To determine the trial-to-trial variability in opto-evoked activity, we computed the event-wise Pearson’s correlation between calcium events (Fig. 2i). To visualize clusters of events with similar structure, we performed hierarchical clustering of the correlation matrix (linkage threshold set as half the maximum pairwise distance). Hierarchical clustering was calculated in Python using SciPy’s library (version 1.7.3) of hierarchical clustering functions.

When computing the event correlation matrices for spatially structured opto-evoked activity (Fig. 3d), we did not cluster these events but instead organized the matrix by stimulus pattern ID. The trial-to-trial correlation (Supplementary Fig. S8) was summarized as the mean correlation across all pairs of trials driven by the same stimulus pattern (within pattern), compared to pairs of trials not driven by that specific pattern (across pattern). Controls were estimated by random trial shuffling of the stimulus IDs and taking the average correlation of event number matched trial pairs, then finding the mean across 100 random shuffle simulations.

#### Similarity of opto-evoked activity and optogenetic stimulus pattern

To quantify how similar opto-evoked activity was to its specific stimulus input pattern, we calculated the spatial correlation between each opto-evoked event with each stimulus pattern. The similarity between the i-th event (\(A_i\)) and the j-th stimulus pattern (\(S_j\)) is:

$$\rho _i,j=\, \rmcorr(A_i,\, S_j)$$

(2)

where \({{{{\rmcorr}}}}\) is the Pearson’s correlation over space. Thus, for each event we calculated how similar it was to the specific pattern it was driven with and can compare this to stimulus patterns that it was not driven with (Fig. 3e). For quantifying how similar the mean trial response was to the stimulus input, the same approach was used, except that \(A\) corresponds to the trial averaged pattern. For comparing across animals (Fig. 3f, g) we took the mean across the three stimulus conditions when stimulus ID matched event ID. We estimated a control by trial shuffling the event IDs, to determine how much a given evoked response overlapped with the stimulus pattern by chance (average across 100 random shuffle simulations).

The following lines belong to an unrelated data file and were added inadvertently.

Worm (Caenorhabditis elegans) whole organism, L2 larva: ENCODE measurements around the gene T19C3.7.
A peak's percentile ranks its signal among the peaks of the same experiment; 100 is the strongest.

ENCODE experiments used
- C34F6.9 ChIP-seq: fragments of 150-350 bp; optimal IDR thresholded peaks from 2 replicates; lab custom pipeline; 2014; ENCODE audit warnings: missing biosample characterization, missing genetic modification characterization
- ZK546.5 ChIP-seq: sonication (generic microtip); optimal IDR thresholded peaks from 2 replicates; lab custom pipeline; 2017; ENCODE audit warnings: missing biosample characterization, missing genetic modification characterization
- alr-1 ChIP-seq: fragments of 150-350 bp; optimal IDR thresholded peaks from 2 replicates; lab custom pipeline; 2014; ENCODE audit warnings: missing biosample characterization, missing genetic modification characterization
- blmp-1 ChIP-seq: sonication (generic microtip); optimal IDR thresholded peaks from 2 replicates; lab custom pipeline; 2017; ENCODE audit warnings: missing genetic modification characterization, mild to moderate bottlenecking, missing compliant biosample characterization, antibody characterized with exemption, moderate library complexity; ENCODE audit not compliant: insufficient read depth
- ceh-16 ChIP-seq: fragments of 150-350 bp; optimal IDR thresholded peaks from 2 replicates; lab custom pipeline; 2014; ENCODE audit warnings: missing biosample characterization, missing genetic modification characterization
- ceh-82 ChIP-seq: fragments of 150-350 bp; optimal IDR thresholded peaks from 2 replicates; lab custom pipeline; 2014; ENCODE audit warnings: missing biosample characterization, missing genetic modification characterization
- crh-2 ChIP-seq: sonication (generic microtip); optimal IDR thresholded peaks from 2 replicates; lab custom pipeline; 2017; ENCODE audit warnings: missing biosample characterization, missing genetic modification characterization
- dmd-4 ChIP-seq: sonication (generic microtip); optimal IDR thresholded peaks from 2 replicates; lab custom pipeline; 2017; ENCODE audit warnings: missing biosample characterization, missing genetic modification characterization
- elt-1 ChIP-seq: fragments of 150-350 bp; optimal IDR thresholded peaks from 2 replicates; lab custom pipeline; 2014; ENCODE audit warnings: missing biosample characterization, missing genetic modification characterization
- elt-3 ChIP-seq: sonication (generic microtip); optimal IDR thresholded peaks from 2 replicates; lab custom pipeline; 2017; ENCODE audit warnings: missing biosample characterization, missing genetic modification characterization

#### Similarity between opto-evoked and spontaneous events

To determine the similarity between individual opto-evoked events and baseline spontaneous calcium events, we computed the event-wise Pearson’s correlation between all events from both datasets. To visualize clusters of events with similar structure (Fig. 6b), we performed hierarchical clustering of the correlation matrix and then segregated the opto-evoked and spontaneous events and sorted by these cluster labels. Since the total number of spontaneous events typically outnumbered the opto-evoked events, for presentation purposes we randomly subsampled an opto-event number matched group of spontaneous events and showed their correlations with opto-evoked activity. Statistical analysis of event correlation distributions included the full correlation matrix of all spontaneous and opto-evoked events.